We have had a really good run in the stock market over the last 10+ years. It seemed as if the market was on a non-stop race towards higher and higher levels. In fact, many hobby investors made unimaginable fortunes by launching blogs and dispensing investment advice that largely sought the long-standing ethos of the now-deceased Jack Bogle. And they looked like geniuses until very recently.
Now everyone is looking to diversify their risk and find assets that protect them from market volatility that won’t go away. Bonds don’t work. According to Morningstar, the 10 largest bond funds lost an average of 5.42% in the first quarter of 2022.
And if we look at the same collection of funds, we find that performance has deteriorated since the first quarter of this year:
Now the average nominal decline among all funds is -7.22%. It remains true that bonds seem safer than the overall stock market. Using the S&P500 index as our yardstick, it’s down about 12.62% YTD.
Life insurance, the real flight to safety
Using either whole life insurance or indexed universal life insurance as a buffer against volatility is something we’ve been doing for a few decades. I’m not out to make an “us vs. them” argument trying to convince someone to immediately sell all their stocks/bonds and buy up as much life insurance as it allows. That is idiotic and has never been the position we take here The insurance professional blog.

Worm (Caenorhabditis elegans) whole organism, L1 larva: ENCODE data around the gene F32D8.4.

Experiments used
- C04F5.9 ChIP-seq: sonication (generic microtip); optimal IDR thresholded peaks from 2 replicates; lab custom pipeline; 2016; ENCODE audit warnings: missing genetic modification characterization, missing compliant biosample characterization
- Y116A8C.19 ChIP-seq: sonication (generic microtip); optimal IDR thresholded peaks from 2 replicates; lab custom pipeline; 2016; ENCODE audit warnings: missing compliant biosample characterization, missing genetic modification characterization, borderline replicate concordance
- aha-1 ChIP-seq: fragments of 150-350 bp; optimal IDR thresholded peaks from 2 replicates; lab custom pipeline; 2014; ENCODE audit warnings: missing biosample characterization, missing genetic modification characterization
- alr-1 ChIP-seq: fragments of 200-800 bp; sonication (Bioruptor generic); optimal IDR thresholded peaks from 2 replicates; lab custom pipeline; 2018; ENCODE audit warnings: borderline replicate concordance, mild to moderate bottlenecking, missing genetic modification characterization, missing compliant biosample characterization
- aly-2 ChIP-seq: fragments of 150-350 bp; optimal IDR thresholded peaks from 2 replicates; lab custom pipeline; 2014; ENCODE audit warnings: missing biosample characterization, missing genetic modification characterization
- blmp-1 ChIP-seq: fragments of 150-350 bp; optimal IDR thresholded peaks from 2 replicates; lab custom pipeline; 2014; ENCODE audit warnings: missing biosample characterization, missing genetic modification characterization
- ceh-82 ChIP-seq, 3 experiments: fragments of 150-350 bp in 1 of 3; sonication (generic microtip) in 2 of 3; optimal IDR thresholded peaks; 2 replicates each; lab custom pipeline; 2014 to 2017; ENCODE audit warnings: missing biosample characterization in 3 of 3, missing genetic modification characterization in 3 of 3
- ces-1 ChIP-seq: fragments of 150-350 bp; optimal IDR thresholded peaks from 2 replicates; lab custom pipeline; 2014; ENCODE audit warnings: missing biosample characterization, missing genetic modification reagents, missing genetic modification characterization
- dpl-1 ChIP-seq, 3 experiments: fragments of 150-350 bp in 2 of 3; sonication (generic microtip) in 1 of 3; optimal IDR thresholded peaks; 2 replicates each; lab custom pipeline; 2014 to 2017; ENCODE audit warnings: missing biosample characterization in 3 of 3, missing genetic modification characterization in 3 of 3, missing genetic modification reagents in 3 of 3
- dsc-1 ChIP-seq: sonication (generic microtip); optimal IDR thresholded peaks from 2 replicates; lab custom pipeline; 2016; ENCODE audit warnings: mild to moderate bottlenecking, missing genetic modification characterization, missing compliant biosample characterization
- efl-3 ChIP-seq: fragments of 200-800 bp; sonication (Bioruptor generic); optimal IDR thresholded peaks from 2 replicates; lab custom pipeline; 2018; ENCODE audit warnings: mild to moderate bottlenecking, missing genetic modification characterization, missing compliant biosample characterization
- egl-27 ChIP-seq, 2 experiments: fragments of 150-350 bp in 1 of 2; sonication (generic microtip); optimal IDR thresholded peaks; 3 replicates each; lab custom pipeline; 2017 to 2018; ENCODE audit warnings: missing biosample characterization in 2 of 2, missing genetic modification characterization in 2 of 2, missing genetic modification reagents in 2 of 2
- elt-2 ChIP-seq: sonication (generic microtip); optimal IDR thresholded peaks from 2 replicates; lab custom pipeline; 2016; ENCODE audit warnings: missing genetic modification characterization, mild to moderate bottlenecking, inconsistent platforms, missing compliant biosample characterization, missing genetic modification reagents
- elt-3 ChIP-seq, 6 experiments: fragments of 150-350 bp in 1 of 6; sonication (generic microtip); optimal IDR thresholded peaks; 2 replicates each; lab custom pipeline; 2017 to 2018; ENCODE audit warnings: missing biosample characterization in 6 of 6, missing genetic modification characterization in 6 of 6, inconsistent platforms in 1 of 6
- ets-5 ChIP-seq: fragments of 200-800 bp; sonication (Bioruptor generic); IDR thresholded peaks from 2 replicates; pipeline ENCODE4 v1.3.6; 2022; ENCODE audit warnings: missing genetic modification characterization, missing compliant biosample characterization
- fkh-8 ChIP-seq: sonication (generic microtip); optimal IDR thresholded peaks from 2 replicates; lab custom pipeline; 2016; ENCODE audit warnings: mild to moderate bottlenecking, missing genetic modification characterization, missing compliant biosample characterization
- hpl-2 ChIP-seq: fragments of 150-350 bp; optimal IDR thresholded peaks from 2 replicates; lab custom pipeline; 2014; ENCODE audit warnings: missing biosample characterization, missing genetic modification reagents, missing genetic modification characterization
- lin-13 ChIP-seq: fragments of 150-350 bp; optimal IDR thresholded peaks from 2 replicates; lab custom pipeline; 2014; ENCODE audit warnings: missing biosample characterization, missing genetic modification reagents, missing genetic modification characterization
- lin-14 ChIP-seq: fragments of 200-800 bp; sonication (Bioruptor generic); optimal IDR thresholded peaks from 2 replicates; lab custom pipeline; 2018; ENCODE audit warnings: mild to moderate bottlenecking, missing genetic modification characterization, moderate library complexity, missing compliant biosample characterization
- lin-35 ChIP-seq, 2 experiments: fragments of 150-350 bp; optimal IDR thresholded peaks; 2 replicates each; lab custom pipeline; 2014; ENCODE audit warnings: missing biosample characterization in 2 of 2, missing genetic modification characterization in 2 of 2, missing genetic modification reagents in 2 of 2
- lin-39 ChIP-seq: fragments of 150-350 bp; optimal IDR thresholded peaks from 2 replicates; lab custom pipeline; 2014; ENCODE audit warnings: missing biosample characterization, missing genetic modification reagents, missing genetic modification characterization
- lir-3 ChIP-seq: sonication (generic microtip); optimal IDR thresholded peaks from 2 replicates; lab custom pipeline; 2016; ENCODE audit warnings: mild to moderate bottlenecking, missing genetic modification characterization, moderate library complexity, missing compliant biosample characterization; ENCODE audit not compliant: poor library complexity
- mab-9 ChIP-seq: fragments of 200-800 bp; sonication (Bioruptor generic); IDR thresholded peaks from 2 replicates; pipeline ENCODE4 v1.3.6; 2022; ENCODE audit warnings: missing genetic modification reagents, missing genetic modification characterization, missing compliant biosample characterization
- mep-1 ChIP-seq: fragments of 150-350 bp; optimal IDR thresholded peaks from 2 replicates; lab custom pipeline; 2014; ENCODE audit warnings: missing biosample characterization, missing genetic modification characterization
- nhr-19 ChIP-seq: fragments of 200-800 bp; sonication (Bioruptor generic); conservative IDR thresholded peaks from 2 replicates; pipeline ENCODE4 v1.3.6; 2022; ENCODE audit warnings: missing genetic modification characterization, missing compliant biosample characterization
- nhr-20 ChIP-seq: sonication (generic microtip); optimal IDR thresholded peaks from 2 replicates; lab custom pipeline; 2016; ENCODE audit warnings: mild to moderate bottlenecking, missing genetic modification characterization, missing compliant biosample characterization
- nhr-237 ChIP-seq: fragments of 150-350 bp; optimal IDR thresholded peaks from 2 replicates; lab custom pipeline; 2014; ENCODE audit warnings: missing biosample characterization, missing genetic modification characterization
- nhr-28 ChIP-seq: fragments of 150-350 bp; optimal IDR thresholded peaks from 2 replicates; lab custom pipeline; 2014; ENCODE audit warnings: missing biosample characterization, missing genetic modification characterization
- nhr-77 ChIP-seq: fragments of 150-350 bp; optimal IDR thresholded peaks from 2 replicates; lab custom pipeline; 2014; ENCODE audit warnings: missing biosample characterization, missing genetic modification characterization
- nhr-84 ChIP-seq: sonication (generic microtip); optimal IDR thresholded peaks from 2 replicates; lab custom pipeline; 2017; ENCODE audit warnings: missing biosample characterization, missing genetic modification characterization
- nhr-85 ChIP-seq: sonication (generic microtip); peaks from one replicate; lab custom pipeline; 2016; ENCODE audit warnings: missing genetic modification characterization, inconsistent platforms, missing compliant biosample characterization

What I want to argue today is that you can use life insurance as a strategy to de-risk your portfolio with great success if you follow the right path.
Let me first point out that life insurance (excluding variable life insurance products) is a product with very low or zero volatility in account values from year to year. It is designed to guarantee against losses, and there are a number of benefits that this gives you. Today is not the day we can describe every single one of these benefits, but I want you to stick with that idea as we unpack the rest of this discussion.
And since it is extremely difficult to really understand what a financial product of any kind has to offer when it is discussed purely theoretically, I will instead use some examples to more explicitly mention what life insurance has to offer.
De-risk your whole life insurance portfolio by moving assets into life insurance
Let’s look at the following situation. Male, 50 years old who has accumulated a couple of million dollars in assets. He is on the right track in terms of retirement readiness, but he worries that losses will deplete his accumulated assets. He understands that just because he has achieved a certain balance thus far, stocks and bonds cannot guarantee that his portfolio will always be worth what it is today or more.